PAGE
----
As well as being able to write vivid and believable stories set on far-flung planets, Brooke has the rare talent of being able to use the backdrop of a near-future England for many of his stories. (I’m digressing – but British settings are under-used in SF when it is much easier, and professionally safer, to utilise the universally accepted default American locale. Brooke is in a select company of writers who write well of a near-future Britain: Peter F. Hamilton, Simon Ings, and Justina Robson spring to mind.) Five stories fall into this category: “The Greatest Game of All” features an insanely jealous central character in search of love, who uses position and power to gain it, with ironical results. “Easy Never Pays” is a fast-paced thriller that makes good use of a richly detailed future Cheltenham in a story of corporate intrigue and genetic manipulation. In “Missing Time” we visit the drear coast of Essex (Brooke’s birthplace and early stamping-ground) in a dark and pessimistic glimpse of an all-too-possible future. “Head Shots” is set in London, and is a convincing portrayal of how the sensation-hungry news media might employ telepathy in the gathering of news stories. “.zipped” is a condensed post-cyber-punk tale of shattered and illusory memories, a techno-horror story set in a near-future London and Amsterdam. A fifth story, “Witness”, is set in a far future England, and Brooke explores the tortured consequences of a society in which the human form, the very human psyche, is changed by the science of genetic manipulation.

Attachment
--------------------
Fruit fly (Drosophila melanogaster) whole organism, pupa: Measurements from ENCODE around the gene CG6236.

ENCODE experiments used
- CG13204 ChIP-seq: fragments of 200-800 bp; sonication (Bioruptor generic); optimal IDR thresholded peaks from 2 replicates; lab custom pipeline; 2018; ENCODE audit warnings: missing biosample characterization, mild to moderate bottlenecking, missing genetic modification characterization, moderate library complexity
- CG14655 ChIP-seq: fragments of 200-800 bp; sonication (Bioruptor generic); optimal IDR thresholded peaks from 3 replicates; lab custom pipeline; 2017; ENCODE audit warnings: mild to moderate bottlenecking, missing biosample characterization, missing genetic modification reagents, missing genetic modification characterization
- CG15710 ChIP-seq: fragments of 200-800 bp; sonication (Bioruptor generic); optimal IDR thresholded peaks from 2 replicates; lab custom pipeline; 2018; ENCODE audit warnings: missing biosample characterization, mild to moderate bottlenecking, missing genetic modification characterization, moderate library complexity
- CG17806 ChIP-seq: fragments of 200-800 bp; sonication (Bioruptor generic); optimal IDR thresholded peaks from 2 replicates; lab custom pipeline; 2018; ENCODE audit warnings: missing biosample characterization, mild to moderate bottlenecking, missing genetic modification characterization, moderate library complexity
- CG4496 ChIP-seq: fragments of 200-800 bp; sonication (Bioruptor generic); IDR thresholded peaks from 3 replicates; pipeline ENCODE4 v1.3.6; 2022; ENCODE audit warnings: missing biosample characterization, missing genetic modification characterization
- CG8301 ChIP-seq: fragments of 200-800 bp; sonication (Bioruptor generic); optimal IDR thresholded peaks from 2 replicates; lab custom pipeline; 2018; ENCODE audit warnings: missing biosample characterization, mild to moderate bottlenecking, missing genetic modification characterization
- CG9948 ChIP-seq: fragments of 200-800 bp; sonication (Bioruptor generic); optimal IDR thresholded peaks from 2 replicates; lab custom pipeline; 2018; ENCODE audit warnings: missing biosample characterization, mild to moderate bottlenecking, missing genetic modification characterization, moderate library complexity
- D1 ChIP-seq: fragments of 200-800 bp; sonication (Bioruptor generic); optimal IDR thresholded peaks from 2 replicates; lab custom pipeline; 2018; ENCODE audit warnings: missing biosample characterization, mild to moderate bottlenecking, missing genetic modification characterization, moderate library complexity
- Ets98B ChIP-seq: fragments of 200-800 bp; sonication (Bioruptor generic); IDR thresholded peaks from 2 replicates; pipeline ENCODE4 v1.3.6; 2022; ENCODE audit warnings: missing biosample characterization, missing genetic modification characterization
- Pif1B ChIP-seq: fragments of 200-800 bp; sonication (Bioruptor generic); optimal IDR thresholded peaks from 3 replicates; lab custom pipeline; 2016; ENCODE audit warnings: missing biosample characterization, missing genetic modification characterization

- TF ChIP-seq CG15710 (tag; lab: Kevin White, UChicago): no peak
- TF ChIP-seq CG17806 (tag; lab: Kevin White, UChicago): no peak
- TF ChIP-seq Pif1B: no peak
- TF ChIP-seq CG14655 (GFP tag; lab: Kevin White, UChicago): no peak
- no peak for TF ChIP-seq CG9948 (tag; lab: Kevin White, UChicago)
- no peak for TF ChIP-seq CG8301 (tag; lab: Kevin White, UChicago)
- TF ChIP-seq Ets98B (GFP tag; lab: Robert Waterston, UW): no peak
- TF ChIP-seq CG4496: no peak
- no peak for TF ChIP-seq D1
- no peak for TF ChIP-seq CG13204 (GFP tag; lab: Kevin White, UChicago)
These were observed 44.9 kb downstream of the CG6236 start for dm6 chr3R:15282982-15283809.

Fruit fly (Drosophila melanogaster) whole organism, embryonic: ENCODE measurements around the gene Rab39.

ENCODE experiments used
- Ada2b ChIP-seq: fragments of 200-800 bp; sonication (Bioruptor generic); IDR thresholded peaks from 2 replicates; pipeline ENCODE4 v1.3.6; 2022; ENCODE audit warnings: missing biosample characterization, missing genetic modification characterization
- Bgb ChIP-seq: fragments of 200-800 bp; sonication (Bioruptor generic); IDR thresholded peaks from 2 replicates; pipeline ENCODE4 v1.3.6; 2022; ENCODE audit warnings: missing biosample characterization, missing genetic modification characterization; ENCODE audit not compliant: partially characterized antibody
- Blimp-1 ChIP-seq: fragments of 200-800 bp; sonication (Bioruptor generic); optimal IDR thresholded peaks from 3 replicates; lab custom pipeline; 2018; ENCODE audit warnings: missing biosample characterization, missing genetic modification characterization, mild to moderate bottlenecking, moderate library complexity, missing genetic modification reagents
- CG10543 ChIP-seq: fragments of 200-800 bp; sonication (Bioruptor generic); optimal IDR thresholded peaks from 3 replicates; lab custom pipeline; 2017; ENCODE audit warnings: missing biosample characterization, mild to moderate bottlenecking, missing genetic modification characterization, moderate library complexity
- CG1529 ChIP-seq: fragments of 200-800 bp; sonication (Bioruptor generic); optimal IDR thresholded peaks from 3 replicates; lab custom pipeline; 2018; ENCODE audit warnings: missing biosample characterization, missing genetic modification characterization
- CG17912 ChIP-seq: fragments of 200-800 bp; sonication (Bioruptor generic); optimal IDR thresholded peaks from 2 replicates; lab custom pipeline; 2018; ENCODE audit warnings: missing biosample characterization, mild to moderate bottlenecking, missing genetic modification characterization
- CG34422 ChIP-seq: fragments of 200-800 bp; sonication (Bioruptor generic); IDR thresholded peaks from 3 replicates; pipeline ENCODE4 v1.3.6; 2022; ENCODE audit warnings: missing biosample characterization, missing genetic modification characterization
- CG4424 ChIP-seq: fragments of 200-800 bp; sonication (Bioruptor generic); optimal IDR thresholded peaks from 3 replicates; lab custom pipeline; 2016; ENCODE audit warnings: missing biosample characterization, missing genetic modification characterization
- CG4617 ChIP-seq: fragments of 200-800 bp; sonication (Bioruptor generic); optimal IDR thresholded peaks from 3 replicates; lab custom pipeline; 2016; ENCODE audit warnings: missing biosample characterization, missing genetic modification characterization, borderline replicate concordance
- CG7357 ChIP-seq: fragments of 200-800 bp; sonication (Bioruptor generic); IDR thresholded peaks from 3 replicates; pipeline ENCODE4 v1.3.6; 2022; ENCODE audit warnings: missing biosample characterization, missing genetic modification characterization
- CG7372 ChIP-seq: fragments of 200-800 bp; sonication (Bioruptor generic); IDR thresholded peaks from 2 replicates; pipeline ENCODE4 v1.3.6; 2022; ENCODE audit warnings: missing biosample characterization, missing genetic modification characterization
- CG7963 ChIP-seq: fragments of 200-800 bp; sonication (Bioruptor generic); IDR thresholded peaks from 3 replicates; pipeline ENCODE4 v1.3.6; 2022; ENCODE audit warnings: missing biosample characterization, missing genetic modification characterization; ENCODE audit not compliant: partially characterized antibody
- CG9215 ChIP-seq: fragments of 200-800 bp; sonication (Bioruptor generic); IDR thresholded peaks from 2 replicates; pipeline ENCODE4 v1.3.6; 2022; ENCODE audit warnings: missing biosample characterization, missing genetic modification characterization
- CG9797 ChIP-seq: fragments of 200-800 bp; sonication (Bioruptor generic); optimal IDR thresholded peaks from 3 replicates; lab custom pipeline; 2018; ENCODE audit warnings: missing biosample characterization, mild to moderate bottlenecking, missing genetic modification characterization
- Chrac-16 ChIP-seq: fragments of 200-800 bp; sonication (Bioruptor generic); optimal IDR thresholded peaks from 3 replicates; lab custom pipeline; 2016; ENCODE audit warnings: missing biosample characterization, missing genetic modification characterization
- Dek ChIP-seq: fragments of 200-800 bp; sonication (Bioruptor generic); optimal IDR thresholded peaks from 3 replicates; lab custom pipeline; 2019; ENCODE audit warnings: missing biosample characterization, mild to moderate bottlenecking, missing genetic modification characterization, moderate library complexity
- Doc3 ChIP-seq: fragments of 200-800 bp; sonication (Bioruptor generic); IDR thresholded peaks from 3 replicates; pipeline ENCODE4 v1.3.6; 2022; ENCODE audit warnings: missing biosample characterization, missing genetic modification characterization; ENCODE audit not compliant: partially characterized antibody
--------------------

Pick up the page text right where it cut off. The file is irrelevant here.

Which brings me to the group of stories collected here which are almost impossible to categorise. I suppose an easy definition of these tales might be horror or fantasy, and while undoubtedly stories like “Passion Play”, “Skin”, and “Resting Place” contain elements of horror and the fantastic, they are infused too with a subtle, disturbing sense of unease which defies easy analysis. “Passion Play” features characters who just might be post-human, in what might be a post-apocalyptic setting: the horrific consequences of a bizarre courtship rite necessary for the survival of the species. “Skin” examines loneliness and alienation in a manner you will never have come across before, while “Resting Place” is a folk-tale of mythical revenge in a beautifully-realised Himalayan setting. “Segue” shares this setting, though the story is almost mainstream: an uneasy insight into the loss of identity in an alien landscape.